“The Allegory of Good and Bad Government” by Ambrogio Lorenzetti

“Why Is This Risk Worth Taking?”

After a last minute candidacy in the latest Italian elections, Francesco shares his decision to run and the things he discovered in taking this risk.

A few friends asked me to share my experience as a candidate in the latest election cycle in Italy. This was the first time I was personally involved, as a candidate, with a political campaign. Many asked me, “Why was this risk worth taking?”

I was born and raised in a small town close to Parma, Italy. My wife Tecla and I have been living in New York for eleven years and we have recently welcomed a foster child, little Luke, who is now seven months old.

Although I am not a politician by trade, I have had a passion for politics since I was a child. I was fortunate to have parents who educated my three siblings and myself to the fact that politics is a beautiful and fundamental tool for the common good of society. The idea of not voting or not caring about what was going on politically was simply not an option in the Cacchioli household.

The seed they planted has grown over the years, sprouting in active involvement with politics in high school and then in the university, where the encounters with passionate and intelligent people became real friendships that still exist today. This commitment has been a source of enormous personal growth and of the discovery of what, concretely, "doing politics" means: from building a list of candidates to writing an electoral manifesto.

I remember with infinite gratitude those sleepless nights shared with friends and classmates to write a political flier or to advocate that the extraordinary session of the Constitutional Law exam not be eliminated. We worked on these things with a beautiful tension, almost thinking that the world depended on it (and perhaps it really did). Mistakes were made, but we were putting forth all our effort to make things better.

Now, ten years later, I approach politics in the same way: looking for the positive in everything and everyone and reaffirming that politics is a noble and beautiful thing, “one of the highest forms of charity”, as Pope Paul VI once said.

The proposal to get involved by running for a seat in the Italian parliament came from a recently met friend: the Honorable Maria Chiara Gadda, an Italian politician who caucuses with the New Italian Centrist Party. When I received the proposal I was very wary. I also had to think about the consequences a political campaign would have on my family. Regardless, my friends did not retreat an inch in provoking me: “Why not run for office? What is holding you back from taking this risk?” I replied swiftly to every provocation: “I have no time, it is useless, nothing will change, it is a suicidal candidacy because I will never be elected…” Some objections might seem more reasonable than others, but I noticed that I was only using them as an excuse not to look at an opportunity that had opened up in front of me and was asking to be looked at seriously, like everything else.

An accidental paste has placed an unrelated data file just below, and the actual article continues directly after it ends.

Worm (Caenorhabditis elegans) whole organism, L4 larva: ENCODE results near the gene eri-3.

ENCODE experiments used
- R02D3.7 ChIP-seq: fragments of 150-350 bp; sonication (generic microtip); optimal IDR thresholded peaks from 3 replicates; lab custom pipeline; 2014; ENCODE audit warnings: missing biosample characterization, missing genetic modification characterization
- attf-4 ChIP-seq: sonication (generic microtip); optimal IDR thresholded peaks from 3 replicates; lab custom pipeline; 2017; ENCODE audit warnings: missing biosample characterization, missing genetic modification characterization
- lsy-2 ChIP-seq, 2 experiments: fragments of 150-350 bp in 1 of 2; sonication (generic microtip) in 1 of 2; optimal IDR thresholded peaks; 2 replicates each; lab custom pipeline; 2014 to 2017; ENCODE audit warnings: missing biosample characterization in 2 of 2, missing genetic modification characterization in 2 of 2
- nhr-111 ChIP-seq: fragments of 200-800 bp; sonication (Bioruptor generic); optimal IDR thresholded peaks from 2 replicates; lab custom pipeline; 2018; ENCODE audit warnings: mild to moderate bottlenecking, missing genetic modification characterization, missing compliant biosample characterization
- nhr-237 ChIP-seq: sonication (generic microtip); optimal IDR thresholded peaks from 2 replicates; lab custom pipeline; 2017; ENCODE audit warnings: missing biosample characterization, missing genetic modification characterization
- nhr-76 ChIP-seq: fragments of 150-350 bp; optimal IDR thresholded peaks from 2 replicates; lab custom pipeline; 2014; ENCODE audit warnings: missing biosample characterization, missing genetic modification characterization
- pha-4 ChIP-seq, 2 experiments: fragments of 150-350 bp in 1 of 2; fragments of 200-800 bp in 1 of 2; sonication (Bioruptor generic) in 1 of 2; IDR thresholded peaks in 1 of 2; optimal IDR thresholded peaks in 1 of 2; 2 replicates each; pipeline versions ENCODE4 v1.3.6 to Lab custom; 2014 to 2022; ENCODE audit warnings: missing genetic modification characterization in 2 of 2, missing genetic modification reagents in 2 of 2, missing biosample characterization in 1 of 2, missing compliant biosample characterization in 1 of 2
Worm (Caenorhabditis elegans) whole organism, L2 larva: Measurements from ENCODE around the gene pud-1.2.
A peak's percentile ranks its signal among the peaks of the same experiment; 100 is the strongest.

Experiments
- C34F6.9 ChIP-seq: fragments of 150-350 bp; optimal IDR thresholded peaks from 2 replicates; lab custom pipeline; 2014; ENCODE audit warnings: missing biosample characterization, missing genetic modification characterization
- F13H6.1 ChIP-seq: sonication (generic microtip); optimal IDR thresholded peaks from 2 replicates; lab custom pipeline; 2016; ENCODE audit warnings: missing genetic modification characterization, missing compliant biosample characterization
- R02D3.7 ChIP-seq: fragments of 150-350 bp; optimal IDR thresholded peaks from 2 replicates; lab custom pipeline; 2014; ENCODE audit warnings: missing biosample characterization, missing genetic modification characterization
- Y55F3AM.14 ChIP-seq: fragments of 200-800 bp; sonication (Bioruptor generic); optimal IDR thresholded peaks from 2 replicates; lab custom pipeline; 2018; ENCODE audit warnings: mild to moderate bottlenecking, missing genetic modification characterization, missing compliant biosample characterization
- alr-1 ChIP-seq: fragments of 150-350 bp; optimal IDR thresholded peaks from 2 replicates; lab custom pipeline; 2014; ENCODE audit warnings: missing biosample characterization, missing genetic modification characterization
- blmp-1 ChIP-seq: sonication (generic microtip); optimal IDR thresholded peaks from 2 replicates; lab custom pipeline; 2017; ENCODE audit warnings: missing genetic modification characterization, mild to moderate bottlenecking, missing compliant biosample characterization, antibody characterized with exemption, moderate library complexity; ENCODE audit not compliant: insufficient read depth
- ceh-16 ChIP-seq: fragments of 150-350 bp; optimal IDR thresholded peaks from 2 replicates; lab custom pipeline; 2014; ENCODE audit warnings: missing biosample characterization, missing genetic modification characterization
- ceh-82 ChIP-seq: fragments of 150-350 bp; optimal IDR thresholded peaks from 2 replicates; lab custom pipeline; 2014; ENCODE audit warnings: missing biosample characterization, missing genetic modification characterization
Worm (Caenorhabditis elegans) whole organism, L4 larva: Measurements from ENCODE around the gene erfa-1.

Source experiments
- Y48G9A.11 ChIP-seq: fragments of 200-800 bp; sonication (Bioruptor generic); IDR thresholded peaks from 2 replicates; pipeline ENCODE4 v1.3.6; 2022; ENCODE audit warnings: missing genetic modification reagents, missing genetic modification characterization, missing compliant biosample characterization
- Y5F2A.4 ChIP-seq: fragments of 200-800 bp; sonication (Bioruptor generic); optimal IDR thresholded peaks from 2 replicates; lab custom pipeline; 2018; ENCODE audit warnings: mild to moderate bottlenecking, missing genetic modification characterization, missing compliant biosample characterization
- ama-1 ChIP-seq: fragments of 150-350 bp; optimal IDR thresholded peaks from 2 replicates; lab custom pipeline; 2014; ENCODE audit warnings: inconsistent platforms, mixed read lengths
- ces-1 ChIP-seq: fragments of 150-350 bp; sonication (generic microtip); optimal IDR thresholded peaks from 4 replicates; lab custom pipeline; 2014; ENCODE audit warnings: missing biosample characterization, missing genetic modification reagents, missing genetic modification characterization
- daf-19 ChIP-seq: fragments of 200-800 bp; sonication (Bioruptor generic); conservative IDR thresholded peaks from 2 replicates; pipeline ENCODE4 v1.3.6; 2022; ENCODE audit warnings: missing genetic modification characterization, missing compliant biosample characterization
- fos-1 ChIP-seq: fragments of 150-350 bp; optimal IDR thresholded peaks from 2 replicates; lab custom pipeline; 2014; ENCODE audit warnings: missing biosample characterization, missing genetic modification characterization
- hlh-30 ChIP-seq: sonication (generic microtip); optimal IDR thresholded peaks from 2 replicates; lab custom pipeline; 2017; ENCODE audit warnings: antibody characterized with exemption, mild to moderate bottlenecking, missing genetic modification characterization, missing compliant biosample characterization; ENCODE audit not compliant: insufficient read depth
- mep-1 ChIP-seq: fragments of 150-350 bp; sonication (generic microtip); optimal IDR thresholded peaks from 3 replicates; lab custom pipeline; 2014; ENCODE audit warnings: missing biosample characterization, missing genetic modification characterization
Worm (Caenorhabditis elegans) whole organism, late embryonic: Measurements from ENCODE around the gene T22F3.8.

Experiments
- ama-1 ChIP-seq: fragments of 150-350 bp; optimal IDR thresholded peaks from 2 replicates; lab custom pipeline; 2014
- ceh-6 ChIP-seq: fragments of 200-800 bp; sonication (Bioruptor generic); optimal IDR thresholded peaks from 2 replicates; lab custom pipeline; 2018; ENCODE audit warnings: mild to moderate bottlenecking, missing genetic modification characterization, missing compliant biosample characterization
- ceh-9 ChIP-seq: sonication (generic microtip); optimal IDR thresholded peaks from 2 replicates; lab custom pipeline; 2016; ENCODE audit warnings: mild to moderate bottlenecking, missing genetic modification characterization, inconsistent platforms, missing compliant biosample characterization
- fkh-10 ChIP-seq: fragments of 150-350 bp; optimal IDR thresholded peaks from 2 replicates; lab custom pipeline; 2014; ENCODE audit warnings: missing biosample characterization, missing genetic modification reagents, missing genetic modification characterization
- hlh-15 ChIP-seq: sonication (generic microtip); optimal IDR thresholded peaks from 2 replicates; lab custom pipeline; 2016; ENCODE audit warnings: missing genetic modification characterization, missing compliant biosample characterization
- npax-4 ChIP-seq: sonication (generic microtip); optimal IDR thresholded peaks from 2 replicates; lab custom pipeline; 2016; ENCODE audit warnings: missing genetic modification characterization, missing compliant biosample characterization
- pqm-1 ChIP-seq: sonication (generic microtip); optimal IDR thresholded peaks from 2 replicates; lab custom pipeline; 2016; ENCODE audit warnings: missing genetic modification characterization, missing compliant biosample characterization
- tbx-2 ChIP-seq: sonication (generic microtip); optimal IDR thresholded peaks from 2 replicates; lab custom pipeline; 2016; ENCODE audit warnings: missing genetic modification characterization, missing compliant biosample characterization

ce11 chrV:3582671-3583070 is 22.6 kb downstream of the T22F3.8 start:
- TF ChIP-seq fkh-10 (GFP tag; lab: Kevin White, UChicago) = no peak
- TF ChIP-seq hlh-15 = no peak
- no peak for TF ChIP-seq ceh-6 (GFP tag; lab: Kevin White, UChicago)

One day, near the deadline, and after a good run in Central Park, the “why not?” gnawed too intensely to be ignored. I picked up the phone and confirmed my availability and in twenty-four hours, I found myself with a Fedex parcel in-hand, replete with all of necessary documents on its way to Rome to confirm my candidacy.

Now, the shortest election campaign that ever existed is over and results are in: after only two and a half weeks of a non-stop schedule packed with emails, social media posts, meetings, phone calls, and mistakes, I received nearly 1,300 ballots in my name. A miracle given the timeframe, even if this number fell short of getting elected.

Amidst the non-stop campaigning and the endless mistakes, the real miracle is that many people, here and in Italy, decided to lend a hand. Nights may have been sleepless, but the encounters were numerous and fruitful. From this ‘failed’ campaign stemmed an unexpected flowering, born of that famous Unexpected that often re-happens and re-ignites the heart and mind, and makes us ask “why?”

Simply put, for me the reason why a crazy effort such as this is worthwhile is friendship and education.

Friendship was the catalyst for my action: I would never have entered the race without my friends. Alone with my thoughts, I can be a great ‘armchair quarterback’ and provide insightful discourse or commentary on the political situation, but I would have remained an outside observer. The education I have received has provided me evidence of a place that opens up the horizon to something unexpected and far surpassing what would be considered ‘reasonable’, like accepting to run for your country’s parliament.

Francesco, New York, NY